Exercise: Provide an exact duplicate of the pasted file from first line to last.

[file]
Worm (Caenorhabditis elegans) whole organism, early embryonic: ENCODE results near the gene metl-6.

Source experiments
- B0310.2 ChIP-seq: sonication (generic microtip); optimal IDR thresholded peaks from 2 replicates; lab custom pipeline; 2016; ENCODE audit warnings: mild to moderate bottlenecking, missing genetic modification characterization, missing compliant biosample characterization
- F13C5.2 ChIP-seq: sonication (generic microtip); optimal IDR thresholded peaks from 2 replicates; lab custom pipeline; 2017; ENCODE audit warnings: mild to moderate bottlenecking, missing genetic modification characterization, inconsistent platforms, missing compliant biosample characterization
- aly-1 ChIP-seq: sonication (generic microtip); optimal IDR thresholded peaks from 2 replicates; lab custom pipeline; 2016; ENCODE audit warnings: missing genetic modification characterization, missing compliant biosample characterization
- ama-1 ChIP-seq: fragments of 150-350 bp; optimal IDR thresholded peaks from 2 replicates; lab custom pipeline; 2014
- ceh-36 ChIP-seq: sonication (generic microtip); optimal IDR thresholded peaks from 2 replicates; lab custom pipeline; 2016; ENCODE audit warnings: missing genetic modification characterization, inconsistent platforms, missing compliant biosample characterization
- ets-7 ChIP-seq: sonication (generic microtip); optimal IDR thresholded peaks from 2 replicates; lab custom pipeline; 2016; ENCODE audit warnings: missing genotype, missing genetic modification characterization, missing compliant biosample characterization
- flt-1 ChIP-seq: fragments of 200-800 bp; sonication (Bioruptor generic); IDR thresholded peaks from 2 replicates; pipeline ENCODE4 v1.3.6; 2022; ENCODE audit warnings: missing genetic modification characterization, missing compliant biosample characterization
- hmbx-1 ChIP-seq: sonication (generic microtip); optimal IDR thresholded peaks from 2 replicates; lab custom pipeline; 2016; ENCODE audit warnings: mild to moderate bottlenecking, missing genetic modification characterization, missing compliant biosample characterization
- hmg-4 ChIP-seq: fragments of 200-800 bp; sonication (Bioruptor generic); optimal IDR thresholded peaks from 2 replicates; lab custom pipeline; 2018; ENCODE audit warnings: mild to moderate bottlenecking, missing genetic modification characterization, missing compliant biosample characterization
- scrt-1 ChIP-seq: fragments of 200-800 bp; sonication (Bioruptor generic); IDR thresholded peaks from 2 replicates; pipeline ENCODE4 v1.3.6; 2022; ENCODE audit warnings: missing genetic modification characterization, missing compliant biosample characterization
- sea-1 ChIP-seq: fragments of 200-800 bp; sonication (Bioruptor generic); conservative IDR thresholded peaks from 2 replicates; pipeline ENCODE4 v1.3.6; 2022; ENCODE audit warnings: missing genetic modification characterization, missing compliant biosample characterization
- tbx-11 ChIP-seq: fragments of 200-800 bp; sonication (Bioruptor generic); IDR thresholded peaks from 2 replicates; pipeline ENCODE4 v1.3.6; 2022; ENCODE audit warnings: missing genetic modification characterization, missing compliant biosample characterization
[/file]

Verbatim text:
Worm (Caenorhabditis elegans) whole organism, early embryonic: ENCODE results near the gene metl-6.

Source experiments
- B0310.2 ChIP-seq: sonication (generic microtip); optimal IDR thresholded peaks from 2 replicates; lab custom pipeline; 2016; ENCODE audit warnings: mild to moderate bottlenecking, missing genetic modification characterization, missing compliant biosample characterization
- F13C5.2 ChIP-seq: sonication (generic microtip); optimal IDR thresholded peaks from 2 replicates; lab custom pipeline; 2017; ENCODE audit warnings: mild to moderate bottlenecking, missing genetic modification characterization, inconsistent platforms, missing compliant biosample characterization
- aly-1 ChIP-seq: sonication (generic microtip); optimal IDR thresholded peaks from 2 replicates; lab custom pipeline; 2016; ENCODE audit warnings: missing genetic modification characterization, missing compliant biosample characterization
- ama-1 ChIP-seq: fragments of 150-350 bp; optimal IDR thresholded peaks from 2 replicates; lab custom pipeline; 2014
- ceh-36 ChIP-seq: sonication (generic microtip); optimal IDR thresholded peaks from 2 replicates; lab custom pipeline; 2016; ENCODE audit warnings: missing genetic modification characterization, inconsistent platforms, missing compliant biosample characterization
- ets-7 ChIP-seq: sonication (generic microtip); optimal IDR thresholded peaks from 2 replicates; lab custom pipeline; 2016; ENCODE audit warnings: missing genotype, missing genetic modification characterization, missing compliant biosample characterization
- flt-1 ChIP-seq: fragments of 200-800 bp; sonication (Bioruptor generic); IDR thresholded peaks from 2 replicates; pipeline ENCODE4 v1.3.6; 2022; ENCODE audit warnings: missing genetic modification characterization, missing compliant biosample characterization
- hmbx-1 ChIP-seq: sonication (generic microtip); optimal IDR thresholded peaks from 2 replicates; lab custom pipeline; 2016; ENCODE audit warnings: mild to moderate bottlenecking, missing genetic modification characterization, missing compliant biosample characterization
- hmg-4 ChIP-seq: fragments of 200-800 bp; sonication (Bioruptor generic); optimal IDR thresholded peaks from 2 replicates; lab custom pipeline; 2018; ENCODE audit warnings: mild to moderate bottlenecking, missing genetic modification characterization, missing compliant biosample characterization
- scrt-1 ChIP-seq: fragments of 200-800 bp; sonication (Bioruptor generic); IDR thresholded peaks from 2 replicates; pipeline ENCODE4 v1.3.6; 2022; ENCODE audit warnings: missing genetic modification characterization, missing compliant biosample characterization
- sea-1 ChIP-seq: fragments of 200-800 bp; sonication (Bioruptor generic); conservative IDR thresholded peaks from 2 replicates; pipeline ENCODE4 v1.3.6; 2022; ENCODE audit warnings: missing genetic modification characterization, missing compliant biosample characterization
- tbx-11 ChIP-seq: fragments of 200-800 bp; sonication (Bioruptor generic); IDR thresholded peaks from 2 replicates; pipeline ENCODE4 v1.3.6; 2022; ENCODE audit warnings: missing genetic modification characterization, missing compliant biosample characterization